Returning to the U.S. After Being Deported

Jun 24, 2015 | Convictions

Basics on Waivers of Inadmissibility: Essential Guide for Law Firms

Struggling with complex waiver of inadmissibility cases?

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In this article, we dive deep into everything you need to know about waivers of inadmissibility, from eligibility criteria to the application process.

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Eligibility Criteria for Adjustment of Status

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Some of my clients are non-citizens of the U.S. who have been ordered deported (removed) from the U.S. to their home country. If this applies to you, you may be wondering if you have any options. As a Miami immigration attorney, I have met with clients who do, in fact, have some options available to them. Below are some frequently asked questions.

I have been deported from the United States. When can I come back to the U.S.?

If you have been deported form the U.S. you are not supposed to attempt to reenter for 5, 10, or 20 years. Depending on the reason for your removal, you may not be allowed back in the United States permanently.

What does it mean to be “inadmissible?”

To be “inadmissible” means that you are not allowed back in the U.S. There may be a prescribed length of time after being removed that you are not allowed back in the U.S. If you have been ordered removed, you may want to consult with a Miami immigration to discuss your options.

I have been deported, and I want to take my chances to come back to the U.S. What are the risks?

If you come back to the U.S. without permission after a removal order, the order could be reinstated. What this means is: an immigration officer can send you back to your home country without letting you see an immigration judge first. Worse, you could be charged with the federal crime of illegal reentry. I would recommend that before doing anything, you should speak with a Miami immigration lawyer to discuss your options.

Can I ever return to the U.S.?

The short answer is: Depending on your unique case, maybe. If you meet the qualifying criteria, you may have separate grounds upon which to request U.S. entry and apply for permission to return to the U.S.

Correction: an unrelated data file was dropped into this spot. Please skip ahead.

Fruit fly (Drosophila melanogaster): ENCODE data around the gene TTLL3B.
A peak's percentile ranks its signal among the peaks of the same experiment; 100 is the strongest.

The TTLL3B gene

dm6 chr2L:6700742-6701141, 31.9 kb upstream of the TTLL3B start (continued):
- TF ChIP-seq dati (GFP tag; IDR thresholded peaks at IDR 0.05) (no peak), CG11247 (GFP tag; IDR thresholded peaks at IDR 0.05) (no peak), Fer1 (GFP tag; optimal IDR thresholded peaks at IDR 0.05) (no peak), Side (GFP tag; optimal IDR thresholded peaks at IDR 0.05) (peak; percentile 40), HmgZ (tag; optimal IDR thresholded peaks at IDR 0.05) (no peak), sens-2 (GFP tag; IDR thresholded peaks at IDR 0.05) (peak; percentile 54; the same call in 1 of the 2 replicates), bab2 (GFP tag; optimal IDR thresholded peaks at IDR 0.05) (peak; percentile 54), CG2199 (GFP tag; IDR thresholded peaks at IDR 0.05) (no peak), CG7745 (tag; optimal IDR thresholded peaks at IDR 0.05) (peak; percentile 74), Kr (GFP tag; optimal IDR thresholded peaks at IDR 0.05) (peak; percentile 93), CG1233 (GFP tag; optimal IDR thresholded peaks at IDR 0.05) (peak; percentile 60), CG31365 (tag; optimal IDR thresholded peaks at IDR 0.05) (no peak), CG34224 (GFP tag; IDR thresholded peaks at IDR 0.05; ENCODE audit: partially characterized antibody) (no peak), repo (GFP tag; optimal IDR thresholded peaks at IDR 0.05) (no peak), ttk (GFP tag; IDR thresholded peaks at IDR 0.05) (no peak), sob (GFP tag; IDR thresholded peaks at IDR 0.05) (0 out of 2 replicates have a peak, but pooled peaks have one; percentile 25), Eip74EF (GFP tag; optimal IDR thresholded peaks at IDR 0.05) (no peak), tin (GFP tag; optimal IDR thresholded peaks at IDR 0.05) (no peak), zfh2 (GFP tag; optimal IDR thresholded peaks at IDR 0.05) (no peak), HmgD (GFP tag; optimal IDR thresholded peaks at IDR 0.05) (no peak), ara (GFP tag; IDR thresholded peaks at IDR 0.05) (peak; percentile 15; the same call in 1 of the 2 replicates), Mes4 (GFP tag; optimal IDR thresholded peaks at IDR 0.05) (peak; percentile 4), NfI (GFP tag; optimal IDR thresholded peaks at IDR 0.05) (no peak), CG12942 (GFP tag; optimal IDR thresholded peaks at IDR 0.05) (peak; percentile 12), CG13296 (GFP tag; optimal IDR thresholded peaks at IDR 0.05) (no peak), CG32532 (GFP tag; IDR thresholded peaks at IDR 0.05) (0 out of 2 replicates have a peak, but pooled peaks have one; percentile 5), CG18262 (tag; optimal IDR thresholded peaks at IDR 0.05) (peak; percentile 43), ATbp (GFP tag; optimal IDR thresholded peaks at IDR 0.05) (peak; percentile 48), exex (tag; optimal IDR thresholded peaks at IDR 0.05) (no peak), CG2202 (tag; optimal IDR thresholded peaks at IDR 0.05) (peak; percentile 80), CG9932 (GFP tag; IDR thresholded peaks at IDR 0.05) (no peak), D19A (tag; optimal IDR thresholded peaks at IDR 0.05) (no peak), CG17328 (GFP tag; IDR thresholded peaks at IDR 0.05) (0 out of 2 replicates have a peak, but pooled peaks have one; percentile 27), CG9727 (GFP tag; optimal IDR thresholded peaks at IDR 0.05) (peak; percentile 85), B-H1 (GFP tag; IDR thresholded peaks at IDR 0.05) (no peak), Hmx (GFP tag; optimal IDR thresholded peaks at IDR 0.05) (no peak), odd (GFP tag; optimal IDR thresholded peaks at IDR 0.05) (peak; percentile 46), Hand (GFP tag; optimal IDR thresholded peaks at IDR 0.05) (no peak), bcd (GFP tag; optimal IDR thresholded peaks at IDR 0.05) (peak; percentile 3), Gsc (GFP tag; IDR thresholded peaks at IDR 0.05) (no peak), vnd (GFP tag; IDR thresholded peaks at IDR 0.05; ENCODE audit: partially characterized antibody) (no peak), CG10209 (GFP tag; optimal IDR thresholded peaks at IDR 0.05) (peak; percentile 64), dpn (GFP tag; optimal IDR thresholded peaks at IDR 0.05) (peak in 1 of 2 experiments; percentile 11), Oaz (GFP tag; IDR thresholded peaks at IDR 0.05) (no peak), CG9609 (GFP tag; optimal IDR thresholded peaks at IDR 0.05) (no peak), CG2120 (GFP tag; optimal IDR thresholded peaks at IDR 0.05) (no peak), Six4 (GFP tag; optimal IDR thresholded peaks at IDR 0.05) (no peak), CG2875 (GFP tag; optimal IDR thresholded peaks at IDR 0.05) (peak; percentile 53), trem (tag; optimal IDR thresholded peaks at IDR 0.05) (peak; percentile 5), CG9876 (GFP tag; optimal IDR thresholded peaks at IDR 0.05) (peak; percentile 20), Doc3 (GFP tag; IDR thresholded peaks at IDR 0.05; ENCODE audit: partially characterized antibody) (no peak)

I have been charged with illegal reentry. What are my options?

If you have been charged with illegal reentry, you have the option of retaining a Miami lawyer to represent you.

What happens if I am found guilty of illegal re-entry?

If you are convicted, you may be penalized with up to two years in federal jail, paying a fine, or both. After serving your time (if any), you could be put into immigration court proceedings or removed through the reinstatement of removal by US immigration authorities. As such, I would strongly suggest that you speak with a Miami immigration lawyer to discuss your options, should the above-referenced scenario apply to you.

Can I wait the required number of years and then re-enter the U.S. again?

Again, that depends on each individuals unique circumstances. Generally, if you have a new or separate basis upon which to request a visa or green card you and/or your Miami immigration lawyer may apply to go forward by submitting Form I-212, “Permission to Reapply For Admission Into the United States After Deportation or Removal.”

What is Form I-212?

It allows the applicant to ask the immigration authorities to overlook the inadmissibility based on the applicant’s prior removal.

Am I guaranteed success with my Form I-212 application?

No. Nothing is guaranteed in immigration law, and if anyone promises you results, you should consider reporting that person for conducting immigration fraud. Remember: All immigration applications are discretionary. Each I-212 request is considered on its own merits. The immigration official handling your case will look at factors including but not limited to the following:

  • Why you were deported
  • How recently you were deported
  • How long you have lived in the U.S.
  • Whether you have any family obligations
  • Whether a denial of re-entry would cause hardship to yourself or others

It is worth nothing that the more factors you can show in your favor, the more likely it is that the I-212 application will be approved. Again, I would suggest that you consult with a Miami immigration lawyer to discuss how best to proceed.

Can anyone apply for relief under Form I-212?

No. Only certain people can apply for the I-212, including, but not limited to the following:

  • People who were previously removed from the U.S. or ordered removed but voluntarily left the country, or
  • People who have entered the U.S. unlawfully after a prior removal order or deportation or were present in the U.S. for at least one year without authorization by immigration authorities.

When should my Miami immigration lawyer file the I-212 application?

Your Miami immigration lawyer will typically file the I-212 application before you enter the United States.  If your Form I-212 and corresponding visa or waiver application is approved, this means that you can enter the U.S. legally, and you will not have to worry about having your removal order being reinstated, or being put in federal jail and/or fined.  Despite the I-212 normally being filed prior to entering the U.S., there are some instances where you can file the application while residing in the U.S.. Again, putting forth a strong Form I-212 application is a complicated task. Thus, it is important to speak with a Miami immigration lawyer to discuss your options.

If you would like more information on your options after deportation, please contact Miami immigration lawyer The Law Office of Tatiane M. Silva, P.A., (305) 895-2500 or visit our website at